Thinking Long Term

Have you read these words: I think I can – I think I can – I think I can? These words “I think I can” are from a popular children’s book, “The Little Engine That Could,” by Watty Piper. Following in the footsteps of last weeks’ writing, I thought I might try to synthesize this weeks learning and readings through the idea found in “The Little Engine That Could.” In this story, the main character is a little blue female train that finds out she has important work to do even though she has never done the work before that is being asked of her. As a child, this story was my favorite.

Why make art? Why paint at all? Do we really need the work? Having written about Daimen Hirst last week, I felt that the only way to truly immerse myself in what I have to learn about his work, and the question of why make what no one really needs, is to go and see Hirst’s work in person – so that’s exactly what I did. I went into The Gagosian Gallery for my very first time. The Spot Paintings are beautiful and exquisitely crafted (except the oldest one in the LA gallery that had little holes in the middle of each spot). Standing in the gallery the colored spots dance, mostly because of the way our eye and brain works, and all of a sudden you are seeing even more spots – the afterimage of colored spots (Itten). I think The Spot Paintings sell because they are easy to understand on a level of brutal simplicity making no need for Art History or Art Appreciation in order to enjoy the paintings. My favorite spot painting has spots that are tiny – 1 millimeter in diameter each – and there are 25,781 spots, but who’s counting? At a certain point my guess is that Hirst kept making this work because they kept selling. Making a living selling art is a cool thing – something I aspire to do! I think I can.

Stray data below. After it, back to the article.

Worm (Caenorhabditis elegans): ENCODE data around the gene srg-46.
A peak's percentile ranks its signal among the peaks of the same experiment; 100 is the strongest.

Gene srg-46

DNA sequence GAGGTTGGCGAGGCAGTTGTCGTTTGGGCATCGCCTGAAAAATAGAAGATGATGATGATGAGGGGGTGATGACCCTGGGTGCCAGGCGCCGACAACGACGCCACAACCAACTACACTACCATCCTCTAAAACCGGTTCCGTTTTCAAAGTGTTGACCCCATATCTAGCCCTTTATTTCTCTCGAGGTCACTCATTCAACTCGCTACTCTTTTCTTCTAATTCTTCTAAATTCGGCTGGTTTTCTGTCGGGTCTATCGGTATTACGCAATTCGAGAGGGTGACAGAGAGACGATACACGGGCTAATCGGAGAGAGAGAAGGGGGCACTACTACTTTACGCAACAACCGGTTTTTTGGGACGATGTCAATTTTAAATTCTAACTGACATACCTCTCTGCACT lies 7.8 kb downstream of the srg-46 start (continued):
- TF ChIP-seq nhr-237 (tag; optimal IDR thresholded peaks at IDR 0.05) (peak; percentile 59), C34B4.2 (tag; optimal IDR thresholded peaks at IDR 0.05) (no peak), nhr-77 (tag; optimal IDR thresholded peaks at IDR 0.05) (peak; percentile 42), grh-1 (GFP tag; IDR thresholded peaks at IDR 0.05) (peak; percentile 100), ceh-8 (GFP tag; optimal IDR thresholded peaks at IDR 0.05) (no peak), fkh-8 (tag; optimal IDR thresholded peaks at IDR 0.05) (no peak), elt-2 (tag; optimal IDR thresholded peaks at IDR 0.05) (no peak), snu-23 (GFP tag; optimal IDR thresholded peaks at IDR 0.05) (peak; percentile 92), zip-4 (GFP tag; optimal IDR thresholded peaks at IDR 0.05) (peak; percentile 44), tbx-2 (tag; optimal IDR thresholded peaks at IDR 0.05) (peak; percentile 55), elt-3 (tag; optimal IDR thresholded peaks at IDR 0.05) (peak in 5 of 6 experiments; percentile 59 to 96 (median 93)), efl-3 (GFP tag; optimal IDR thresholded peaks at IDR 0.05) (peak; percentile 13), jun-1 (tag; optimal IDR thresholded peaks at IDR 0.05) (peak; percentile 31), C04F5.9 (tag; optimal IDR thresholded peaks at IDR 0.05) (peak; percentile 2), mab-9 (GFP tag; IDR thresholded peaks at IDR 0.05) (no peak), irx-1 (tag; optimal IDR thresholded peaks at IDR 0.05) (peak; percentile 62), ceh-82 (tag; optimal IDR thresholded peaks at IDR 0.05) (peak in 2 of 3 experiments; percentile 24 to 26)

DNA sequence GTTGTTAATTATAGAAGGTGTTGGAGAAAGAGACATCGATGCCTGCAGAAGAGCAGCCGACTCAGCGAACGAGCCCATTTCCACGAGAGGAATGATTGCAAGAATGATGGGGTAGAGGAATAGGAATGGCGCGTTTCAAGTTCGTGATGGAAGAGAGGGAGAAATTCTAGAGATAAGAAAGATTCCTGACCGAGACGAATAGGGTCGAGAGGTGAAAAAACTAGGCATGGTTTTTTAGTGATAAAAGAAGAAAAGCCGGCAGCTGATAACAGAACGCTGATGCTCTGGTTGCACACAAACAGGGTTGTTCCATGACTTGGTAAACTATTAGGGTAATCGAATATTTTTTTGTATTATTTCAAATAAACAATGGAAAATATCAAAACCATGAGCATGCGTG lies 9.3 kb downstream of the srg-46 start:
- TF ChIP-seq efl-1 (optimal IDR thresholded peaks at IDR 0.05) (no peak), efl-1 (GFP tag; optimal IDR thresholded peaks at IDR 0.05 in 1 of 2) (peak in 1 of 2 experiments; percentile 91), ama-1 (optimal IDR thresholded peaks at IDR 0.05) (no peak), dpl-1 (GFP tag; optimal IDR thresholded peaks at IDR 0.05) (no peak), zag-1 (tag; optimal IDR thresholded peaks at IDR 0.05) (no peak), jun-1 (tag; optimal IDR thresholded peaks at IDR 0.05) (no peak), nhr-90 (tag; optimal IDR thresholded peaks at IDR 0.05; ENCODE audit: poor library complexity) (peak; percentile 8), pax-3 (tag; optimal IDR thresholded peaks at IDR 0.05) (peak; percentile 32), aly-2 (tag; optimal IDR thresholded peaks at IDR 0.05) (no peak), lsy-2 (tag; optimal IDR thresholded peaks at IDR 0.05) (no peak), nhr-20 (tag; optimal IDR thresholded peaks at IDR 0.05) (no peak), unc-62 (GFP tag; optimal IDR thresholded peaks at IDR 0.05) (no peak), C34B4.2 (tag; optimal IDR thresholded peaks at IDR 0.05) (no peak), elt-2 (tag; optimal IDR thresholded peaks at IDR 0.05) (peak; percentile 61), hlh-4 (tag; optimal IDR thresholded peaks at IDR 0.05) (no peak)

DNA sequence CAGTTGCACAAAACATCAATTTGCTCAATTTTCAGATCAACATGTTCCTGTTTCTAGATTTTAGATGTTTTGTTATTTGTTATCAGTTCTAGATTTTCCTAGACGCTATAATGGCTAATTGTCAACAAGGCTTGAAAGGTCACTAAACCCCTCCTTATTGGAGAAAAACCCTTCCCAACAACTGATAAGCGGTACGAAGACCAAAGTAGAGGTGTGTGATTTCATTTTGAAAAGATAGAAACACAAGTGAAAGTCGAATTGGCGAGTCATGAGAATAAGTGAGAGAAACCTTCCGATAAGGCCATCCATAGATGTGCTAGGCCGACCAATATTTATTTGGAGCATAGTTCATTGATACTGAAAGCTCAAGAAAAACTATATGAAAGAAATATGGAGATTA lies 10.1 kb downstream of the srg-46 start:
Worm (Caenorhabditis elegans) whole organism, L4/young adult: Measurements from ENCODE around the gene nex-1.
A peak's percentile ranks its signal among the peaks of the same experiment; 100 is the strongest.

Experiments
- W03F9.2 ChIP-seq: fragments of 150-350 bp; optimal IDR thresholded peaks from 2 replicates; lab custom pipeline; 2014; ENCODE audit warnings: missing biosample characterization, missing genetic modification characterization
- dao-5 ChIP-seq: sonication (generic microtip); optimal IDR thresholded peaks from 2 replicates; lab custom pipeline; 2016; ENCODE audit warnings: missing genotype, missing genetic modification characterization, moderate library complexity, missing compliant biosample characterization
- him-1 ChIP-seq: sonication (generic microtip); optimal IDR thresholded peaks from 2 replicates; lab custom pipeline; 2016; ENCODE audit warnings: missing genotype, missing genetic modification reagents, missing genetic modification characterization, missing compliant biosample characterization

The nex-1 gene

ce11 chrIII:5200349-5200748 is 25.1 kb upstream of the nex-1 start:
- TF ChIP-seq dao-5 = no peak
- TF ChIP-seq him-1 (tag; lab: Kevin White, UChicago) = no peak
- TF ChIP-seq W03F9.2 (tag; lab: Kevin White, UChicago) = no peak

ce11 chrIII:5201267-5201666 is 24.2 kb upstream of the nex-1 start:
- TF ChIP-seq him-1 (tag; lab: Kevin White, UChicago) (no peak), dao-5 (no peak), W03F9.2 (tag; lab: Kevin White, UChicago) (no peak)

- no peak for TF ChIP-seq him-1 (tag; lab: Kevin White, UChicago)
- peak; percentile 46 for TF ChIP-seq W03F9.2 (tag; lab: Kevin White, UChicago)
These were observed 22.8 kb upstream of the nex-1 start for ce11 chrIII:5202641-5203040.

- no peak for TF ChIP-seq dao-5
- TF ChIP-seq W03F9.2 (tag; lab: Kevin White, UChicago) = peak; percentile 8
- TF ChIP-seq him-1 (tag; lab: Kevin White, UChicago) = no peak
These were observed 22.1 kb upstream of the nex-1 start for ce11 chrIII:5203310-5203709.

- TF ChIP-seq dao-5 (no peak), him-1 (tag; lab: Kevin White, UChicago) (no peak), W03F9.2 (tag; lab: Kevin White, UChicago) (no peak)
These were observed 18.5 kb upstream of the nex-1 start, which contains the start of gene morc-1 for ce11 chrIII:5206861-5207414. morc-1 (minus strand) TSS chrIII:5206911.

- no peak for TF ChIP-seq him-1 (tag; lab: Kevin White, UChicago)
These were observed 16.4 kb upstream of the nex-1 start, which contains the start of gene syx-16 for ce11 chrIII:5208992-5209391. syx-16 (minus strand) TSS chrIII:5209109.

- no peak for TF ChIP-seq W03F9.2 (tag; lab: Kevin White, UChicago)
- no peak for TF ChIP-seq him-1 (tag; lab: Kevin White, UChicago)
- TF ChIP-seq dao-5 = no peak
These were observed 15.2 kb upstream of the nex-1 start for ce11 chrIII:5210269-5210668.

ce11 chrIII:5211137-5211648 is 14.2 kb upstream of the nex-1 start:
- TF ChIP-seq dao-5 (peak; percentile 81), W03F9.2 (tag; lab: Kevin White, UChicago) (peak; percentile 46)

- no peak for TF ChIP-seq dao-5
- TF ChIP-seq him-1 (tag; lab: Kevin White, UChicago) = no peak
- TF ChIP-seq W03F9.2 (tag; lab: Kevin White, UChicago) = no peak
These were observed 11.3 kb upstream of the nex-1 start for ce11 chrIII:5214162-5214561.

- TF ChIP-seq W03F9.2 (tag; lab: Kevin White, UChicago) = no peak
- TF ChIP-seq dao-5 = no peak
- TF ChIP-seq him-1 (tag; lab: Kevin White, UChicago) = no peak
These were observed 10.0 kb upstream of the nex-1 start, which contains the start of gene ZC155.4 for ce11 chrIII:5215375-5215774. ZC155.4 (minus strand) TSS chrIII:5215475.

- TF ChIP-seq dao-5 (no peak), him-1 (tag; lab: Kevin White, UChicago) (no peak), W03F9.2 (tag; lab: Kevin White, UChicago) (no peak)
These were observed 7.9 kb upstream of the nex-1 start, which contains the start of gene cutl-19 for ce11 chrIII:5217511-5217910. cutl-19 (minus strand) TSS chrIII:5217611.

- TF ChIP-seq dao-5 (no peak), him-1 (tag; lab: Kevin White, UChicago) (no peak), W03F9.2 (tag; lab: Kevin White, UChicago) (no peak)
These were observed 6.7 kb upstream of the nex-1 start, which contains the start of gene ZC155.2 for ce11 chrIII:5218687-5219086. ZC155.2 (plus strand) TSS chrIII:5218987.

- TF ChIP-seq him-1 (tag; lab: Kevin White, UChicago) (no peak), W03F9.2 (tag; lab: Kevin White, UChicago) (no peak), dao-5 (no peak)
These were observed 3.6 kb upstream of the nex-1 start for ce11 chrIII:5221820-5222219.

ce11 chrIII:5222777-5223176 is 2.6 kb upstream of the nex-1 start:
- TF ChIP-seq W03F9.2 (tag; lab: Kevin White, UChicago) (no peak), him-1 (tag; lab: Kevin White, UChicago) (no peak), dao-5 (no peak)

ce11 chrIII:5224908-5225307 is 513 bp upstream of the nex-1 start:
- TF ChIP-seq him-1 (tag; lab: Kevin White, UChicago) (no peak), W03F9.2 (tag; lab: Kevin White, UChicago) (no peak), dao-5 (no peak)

There were a handful of really good reasons for me to walk into The Gagosian Gallery; the primary reason being the “I think I can” attitude that I am working so hard to foster in my creative endeavors. If I can’t walk into The Gagosian Gallery, how can I ever presume to make art that reaches a level beyond the local community cooperative gallery I used to belong to? Larry Gagosian is a dealer of art at a high level. I tend to learn and remember things better when I go in person to learn. On this field trip, I was amazed to learn that many of the works on display are actually borrowed back from their owners for the worldwide Spot Painting event and that the event is short in duration – about a month in most locations. The Gagosian Gallery epitomizes my favorite quote from the readings this week: “It takes balls to open an expensive retail store that sells stuff that nobody actually needs and that nobody may want to buy” (Lindemann). While I was at The Gagosian, I ventured to talk to the “beautiful receptionist” and the lack of conversation was icy at best, but maybe it was my accent? (Insert smile here.)